Holidaying in Scotland with a campervan and a bump

In early September, Catherine, the bump and I headed up to Scotland for a final holiday before the little one arrived. The weather in Scotland is seldom camping friendly, nor is a large 8-month bump really, so we decided to hire a campervan! It’s also a very Covid friendly way to travel.

We caught the wonderfully comfortable Caledonian Express night train from Euston to Fort William. Probably thanks to Catherine’s big bump we were bumped up to Club, meaning we had our own bathroom in our room next to the cosy bunk beds. It was super comfy and I’ve never arrived at a destination so clean and fresh before!

On arrival the ‘Hogwarts Express’ steam train was about to head off and we made a note to return for what’s meant to be one of the world’s most spectacular train rides over the Glenfinnan viaduct.

Catherine headed to the Morrison’s while I walked over to collect the campervan. It was super comfortable, spacious and had loads of fun features, including a roof that popped up and a front seat that swivelled round so we could sit across from each other at the table when it was up. Aside from a shower we were completely self sufficient, which gave us the freedom to sleep anywhere.

Once we’d unpacked the week’s shop, we made our way to Steel Falls and Glen Nevis to stretch our legs and enjoy some lunch. We then decided to backtrack through Fort William and our first night in the van was a wet, windy and cloudy one in a parking spot overlooking the 3 Sisters of Glencoe (when they appeared out the haze).

Day 2 – through the Flow Country north to Balnakeil

The van is like the boat in that you really feel the weather and instead of being rocked to sleep we were bounced! It was still raining when we woke up and with the poor weather we decided to head off rather than go for a walk. We had debated whether to drive up the East Coast and circle the entire North Coast 500 but in the end decided to skip it so we could spend more time on the west coast.

Awesome driving through the Flow Country

After breakfast on the shore of Loch Invergarry we popped in to Rogie Falls for a scenic short walk along the river and over a bridge above the falls. Having decided not to head up the east coast, we drove north through the middle of the country from Inverness to Tongue – an area known as the Flow Country and Europe’s largest blanket bog. The sun was out and it was a beautiful afternoon’s driving past swathes of multi-coloured heather under blue skies.

Gorgeous afternoon’s driving

From Tongue we continued west to Durness to enjoy the ‘world’s best hot chocolate’ at Cocoa Mountain and a long, sunset barefoot walk on the beautiful, white-sandy Balnakeil beach. In fact it was perfect Scottish weather with the wind keeping the midgies away. We squeezed into a parking spot overlooking the beach and fell asleep to the sound of the ocean.

Balnakeil Beach
The very north-west of Scotland
Wonderful spot for the night

Day 3 – south to Loch Assynt

We were up to watch the sunrise and enjoyed breakfast overlooking the beach. Before heading south we popped in to see the Smoo Cave – Britain’s only cave where one level has been formed by seawater and another level by freshwater.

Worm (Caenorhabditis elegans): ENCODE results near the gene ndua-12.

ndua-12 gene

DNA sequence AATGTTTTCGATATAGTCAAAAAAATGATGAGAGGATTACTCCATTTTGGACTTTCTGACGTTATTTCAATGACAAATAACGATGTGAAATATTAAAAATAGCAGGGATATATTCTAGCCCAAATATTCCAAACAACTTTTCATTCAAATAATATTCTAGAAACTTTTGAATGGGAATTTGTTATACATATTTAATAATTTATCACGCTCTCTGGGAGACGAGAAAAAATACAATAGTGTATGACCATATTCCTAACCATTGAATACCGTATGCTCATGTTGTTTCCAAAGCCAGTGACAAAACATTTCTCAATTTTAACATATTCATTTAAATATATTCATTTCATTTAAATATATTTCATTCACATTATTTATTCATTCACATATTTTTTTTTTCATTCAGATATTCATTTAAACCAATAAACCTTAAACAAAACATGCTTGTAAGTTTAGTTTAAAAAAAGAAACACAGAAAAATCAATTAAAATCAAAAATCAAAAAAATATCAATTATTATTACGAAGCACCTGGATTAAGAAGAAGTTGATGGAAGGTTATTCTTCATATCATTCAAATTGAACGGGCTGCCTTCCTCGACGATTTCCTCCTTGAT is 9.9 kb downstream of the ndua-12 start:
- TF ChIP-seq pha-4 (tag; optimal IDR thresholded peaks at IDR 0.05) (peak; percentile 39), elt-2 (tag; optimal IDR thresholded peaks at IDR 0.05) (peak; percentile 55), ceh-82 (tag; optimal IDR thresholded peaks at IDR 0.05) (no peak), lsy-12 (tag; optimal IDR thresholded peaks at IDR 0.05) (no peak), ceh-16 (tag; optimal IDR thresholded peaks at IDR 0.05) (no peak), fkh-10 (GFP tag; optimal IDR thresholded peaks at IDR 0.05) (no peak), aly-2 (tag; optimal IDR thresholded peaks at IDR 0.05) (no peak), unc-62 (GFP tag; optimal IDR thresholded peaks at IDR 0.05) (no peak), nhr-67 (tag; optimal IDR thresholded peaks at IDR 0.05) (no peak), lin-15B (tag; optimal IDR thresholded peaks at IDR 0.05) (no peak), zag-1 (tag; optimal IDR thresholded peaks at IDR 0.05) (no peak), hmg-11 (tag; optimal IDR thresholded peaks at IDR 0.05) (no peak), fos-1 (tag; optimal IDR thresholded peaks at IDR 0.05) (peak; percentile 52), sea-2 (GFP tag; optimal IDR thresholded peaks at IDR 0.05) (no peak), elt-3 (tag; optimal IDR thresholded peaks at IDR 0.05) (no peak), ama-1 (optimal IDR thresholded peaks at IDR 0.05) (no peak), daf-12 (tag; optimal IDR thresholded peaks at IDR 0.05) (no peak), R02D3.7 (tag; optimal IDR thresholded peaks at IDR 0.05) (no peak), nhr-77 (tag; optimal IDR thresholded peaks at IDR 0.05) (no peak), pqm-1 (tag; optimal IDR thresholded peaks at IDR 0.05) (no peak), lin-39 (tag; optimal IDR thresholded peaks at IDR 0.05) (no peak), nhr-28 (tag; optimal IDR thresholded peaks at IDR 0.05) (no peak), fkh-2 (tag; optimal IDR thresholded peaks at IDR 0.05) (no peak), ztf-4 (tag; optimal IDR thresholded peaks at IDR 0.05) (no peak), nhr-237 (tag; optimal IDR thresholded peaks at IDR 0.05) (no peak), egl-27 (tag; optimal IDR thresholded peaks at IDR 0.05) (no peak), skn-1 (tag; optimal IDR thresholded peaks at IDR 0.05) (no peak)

Smoo Cave

We made our way south to the Sandwood Bay car park in the hamlet of Braimore. It was a flat and easygoing 6km walk to the wide and wild beach, which is flanked by steep cliffs. We found a sheltered spot amongst the dunes to enjoy our lunch and dipped our toes in the freezing ocean before returning to the van for a much needed cup of coffee. The beach is only accessible by foot and the effort involved to see it makes it even more special.

Late Scottish summer!

We continued south along the coast on a single lane and stopped for the night on the shore of Loch Assynt overlooking Ardvreck castle. It was another bumpy night with the campervan rocking in the massive storm.

Day 4 – south to just past Corrieshalloch Gorge

The storm continued throughout the night and we were relieved to wake up in one piece! We had breakfast on the lake before continuing south through Lochinver. Sadly the pie shop I’d excitedly read about in the Rough Guide was still closed so we drove straight through before following the windy single-lane road through the countryside.

We were headed for the 612m Munro Stac Polliadh, but at the junction the sky looked ominous so we turned right rather than left and enjoyed a delicious 2nd breakfast in the sun at a beach on the way to Achtilbui. The sky looked promising after breakfast so we decided to take a chance and made our way to the parking lot at the bottom of the Munro.

Stac Polliadh

We were rewarded with an awesome climb under blue-ish skies with views of Munro’s and Lochs in all directions. Initially it was very quiet but as the weather improved more and more people appeared and we passed lots of climbers as we started our descent.  There were lots of smiles from people seeing Catherine’s bump and she made it up no bother.

Views heading up
Views heading up

It was incredibly windy at a ridge just below the rocky summit and while Catherine usually enjoys a little scramble and I like to add a stone to the cairn at the summit, we were more cautious than usual and decided against climbing the final few metres. We’ll be back one day for sure and are super excited to take the little one to the mountains.

Unbelievable!

We continued around the mountain into a wind that nearly knocked us off our feet. It was a very muddy walk back and we just about managed to keep our feet dry hopping from dry patch to dry patch before a late lunch back at the campervan.